TK: It comes through starting to take those shorter showers; it comes to making better and more informed choices. Also, it really comes down to luxury and consumption, like a lot of things. The better off you are, the more water that you'll likely use, for your now-bigger home and your lawn, the more clothes that you can afford, and the car that you have, and the more travel you partake in. All of these things equate to more strains on our natural resources. So how can we start to be a little bit more simplified in the water that we use? That comes down to literally turning off the tap. People often forget that 50 percent of the water that's used in the United States goes toward creating electricity. So turning off the lights when you leave a room not only saves the energy that's equated with that, but it also saves the water that's used to create that energy.
TK: Seventy percent of all the water that goes to most residences is for watering lawns—so purely an aesthetic thing. Also, agriculture is one of the biggest uses of water. So it's surprising to find out exactly which fruits and vegetables and meats actually use the most amounts of water. And often, we use a lot of things out of season, so we end up importing them from far, far away, and that of course means transportation, it means more energy, it means more water and it also means storage. We end up storing things that are out of season and that means some type of cooling process and that means more water use. So it's really about getting a little more in tune with nature and its seasons, trying to get things that are fresh and healthier for us and then just being a little more in touch with the things that we use in our lives and how much water they do use. Just being aware of how much water you use throughout your home.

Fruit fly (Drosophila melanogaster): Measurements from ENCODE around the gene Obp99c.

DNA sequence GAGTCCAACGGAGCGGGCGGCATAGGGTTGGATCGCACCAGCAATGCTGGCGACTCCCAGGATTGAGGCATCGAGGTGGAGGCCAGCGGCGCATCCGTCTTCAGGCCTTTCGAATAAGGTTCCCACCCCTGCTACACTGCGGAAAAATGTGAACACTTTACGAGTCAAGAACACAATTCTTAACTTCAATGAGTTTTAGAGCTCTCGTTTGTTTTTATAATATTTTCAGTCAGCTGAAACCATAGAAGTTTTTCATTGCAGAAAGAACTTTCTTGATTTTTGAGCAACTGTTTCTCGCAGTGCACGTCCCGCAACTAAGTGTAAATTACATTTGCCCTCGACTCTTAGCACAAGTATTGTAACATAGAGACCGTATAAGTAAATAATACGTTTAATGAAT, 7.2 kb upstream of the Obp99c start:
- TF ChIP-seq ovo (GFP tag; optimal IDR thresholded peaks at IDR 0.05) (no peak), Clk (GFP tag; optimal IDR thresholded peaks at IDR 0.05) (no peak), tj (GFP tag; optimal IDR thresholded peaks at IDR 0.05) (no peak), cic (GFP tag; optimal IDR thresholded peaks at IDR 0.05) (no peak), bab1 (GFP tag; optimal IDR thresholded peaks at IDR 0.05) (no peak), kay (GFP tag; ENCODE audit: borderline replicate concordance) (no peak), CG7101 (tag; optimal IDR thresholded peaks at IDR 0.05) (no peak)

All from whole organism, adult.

SS: In honor of World Water Day, tell us one thing that you would want everyone to walk away with. What would be the most impactful step that people could take moving forward?
TK: Swap out a piece of meat for vegetables. Swap a hamburger for a salad. That's a huge, huge savings right there—about 600 to 750 gallons, depending on the size of the burger. It's so low on the food chain with vegetables. You're using far less water than you would for any type of meat. And that's a wake-up call for people. Most people don't think about how much water is in their hamburger or in their salad. When you start to think about eating lower on the food chain, it does have a huge impact on water. Because as we talked about, agriculture is the biggest user of water in the world, as a sector. So really, if you want to go after the most impactful thing, that's it. Thinking about how much water for your lawn, thinking about water for your plants—all those things have a huge, huge impact, but the number one thing is agriculture. So we have to think about our diets, to really wage any type of meaningful effect on the water supply.
Next week, Tom will explain in our first audio interview how he calculated our virtual waterprints and how we ended up taking the water we use for granted. In the interim, find more water-saving tips and stats on Twitter @simransethi.
Simran Sethi is an award-winning journalist and associate professor at the University of Kansas School of Journalism and Mass Communications. For more information on Sethi, visit SimranSethi.com and follow her on Twitter @simransethi.